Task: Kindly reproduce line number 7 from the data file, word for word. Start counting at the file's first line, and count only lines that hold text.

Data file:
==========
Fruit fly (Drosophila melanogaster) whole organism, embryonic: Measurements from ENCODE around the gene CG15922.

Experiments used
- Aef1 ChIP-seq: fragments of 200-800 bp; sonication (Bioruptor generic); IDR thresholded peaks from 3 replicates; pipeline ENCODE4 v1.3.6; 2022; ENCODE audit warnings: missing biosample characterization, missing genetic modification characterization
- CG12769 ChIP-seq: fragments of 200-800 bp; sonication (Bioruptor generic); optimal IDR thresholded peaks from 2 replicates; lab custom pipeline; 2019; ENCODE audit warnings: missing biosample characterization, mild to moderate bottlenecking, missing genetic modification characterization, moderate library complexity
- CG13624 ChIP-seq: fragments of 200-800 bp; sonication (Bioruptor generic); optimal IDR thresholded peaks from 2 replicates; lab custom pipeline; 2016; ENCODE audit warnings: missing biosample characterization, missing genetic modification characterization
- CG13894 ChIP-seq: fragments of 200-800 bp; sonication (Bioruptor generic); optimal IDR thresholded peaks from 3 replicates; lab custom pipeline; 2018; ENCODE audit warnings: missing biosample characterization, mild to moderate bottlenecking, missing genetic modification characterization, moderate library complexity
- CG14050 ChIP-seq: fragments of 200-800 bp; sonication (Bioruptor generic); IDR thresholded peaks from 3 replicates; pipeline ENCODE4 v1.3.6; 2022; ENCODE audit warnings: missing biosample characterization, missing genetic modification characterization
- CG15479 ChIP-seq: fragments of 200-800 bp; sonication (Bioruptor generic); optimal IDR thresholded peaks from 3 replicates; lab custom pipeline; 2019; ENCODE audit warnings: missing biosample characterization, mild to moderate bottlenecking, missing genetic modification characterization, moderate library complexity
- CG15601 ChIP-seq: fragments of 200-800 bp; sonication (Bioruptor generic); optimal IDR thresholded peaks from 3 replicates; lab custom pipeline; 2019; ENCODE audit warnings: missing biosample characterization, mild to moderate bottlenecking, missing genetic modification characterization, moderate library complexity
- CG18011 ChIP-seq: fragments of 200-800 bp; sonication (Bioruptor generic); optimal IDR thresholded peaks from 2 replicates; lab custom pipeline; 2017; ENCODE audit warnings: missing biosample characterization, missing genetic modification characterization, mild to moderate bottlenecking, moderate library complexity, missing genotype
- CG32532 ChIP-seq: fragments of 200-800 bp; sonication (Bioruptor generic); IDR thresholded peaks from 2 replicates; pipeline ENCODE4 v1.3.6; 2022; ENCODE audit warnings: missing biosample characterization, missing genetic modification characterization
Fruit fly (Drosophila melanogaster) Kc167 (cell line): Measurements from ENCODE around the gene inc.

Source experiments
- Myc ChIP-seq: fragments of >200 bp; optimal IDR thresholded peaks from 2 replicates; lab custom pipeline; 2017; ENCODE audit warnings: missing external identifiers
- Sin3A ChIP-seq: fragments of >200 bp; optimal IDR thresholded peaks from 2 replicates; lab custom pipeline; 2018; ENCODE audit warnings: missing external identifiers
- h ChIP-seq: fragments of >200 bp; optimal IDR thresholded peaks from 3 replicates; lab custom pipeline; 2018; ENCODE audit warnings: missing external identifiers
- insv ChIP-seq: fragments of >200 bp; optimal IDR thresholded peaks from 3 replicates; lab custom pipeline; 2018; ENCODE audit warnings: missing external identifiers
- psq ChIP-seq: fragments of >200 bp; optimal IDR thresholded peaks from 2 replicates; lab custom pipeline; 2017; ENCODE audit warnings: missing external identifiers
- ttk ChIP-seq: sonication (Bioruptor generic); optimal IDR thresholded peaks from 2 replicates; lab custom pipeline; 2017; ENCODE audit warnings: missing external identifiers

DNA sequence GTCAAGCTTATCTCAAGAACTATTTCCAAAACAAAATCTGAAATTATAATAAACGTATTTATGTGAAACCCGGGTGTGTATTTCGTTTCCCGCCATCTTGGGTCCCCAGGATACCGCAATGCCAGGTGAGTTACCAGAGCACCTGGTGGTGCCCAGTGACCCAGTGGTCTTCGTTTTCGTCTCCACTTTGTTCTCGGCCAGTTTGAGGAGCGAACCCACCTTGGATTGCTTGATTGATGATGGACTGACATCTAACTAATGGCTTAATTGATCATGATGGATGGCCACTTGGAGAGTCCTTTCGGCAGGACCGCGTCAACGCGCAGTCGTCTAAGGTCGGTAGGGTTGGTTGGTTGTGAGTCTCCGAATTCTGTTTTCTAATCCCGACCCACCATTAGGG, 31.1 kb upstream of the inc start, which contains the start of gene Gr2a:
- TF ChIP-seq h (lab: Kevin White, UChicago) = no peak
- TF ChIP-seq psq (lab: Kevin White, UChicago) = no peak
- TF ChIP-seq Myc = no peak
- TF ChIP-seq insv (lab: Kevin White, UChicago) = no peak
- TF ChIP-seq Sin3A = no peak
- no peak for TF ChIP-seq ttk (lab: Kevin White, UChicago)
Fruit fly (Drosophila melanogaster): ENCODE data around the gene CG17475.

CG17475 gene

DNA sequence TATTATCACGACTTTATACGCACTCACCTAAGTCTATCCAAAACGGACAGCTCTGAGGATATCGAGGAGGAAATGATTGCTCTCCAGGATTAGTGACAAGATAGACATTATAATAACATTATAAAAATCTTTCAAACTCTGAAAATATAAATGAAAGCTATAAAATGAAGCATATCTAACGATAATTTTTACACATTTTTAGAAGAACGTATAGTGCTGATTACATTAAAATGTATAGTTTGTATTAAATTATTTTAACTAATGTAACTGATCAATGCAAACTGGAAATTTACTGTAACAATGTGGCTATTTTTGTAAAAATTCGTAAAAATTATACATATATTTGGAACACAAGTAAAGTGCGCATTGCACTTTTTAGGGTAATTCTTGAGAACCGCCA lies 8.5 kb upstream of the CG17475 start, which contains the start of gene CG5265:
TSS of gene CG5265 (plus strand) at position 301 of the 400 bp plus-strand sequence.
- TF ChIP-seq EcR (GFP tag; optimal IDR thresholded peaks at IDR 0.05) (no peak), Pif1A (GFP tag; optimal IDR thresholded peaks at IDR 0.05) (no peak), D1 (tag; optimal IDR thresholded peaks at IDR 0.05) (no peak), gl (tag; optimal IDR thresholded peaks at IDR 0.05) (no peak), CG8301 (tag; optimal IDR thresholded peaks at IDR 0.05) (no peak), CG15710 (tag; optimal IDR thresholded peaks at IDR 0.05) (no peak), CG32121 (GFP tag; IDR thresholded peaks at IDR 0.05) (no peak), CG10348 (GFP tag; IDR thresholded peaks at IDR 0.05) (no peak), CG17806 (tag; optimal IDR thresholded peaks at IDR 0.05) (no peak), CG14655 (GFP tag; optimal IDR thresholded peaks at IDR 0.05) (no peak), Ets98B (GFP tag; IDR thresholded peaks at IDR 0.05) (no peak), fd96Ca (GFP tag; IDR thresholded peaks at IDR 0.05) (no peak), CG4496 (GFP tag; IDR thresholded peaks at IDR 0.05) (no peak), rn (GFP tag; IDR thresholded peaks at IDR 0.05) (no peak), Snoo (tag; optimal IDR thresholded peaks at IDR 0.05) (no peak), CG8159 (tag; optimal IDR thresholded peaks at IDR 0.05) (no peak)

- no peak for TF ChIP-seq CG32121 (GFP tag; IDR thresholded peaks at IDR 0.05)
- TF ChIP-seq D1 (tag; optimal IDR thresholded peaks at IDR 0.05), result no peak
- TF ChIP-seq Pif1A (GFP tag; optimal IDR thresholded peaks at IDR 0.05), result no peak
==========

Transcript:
- CG14050 ChIP-seq: fragments of 200-800 bp; sonication (Bioruptor generic); IDR thresholded peaks from 3 replicates; pipeline ENCODE4 v1.3.6; 2022; ENCODE audit warnings: missing biosample characterization, missing genetic modification characterization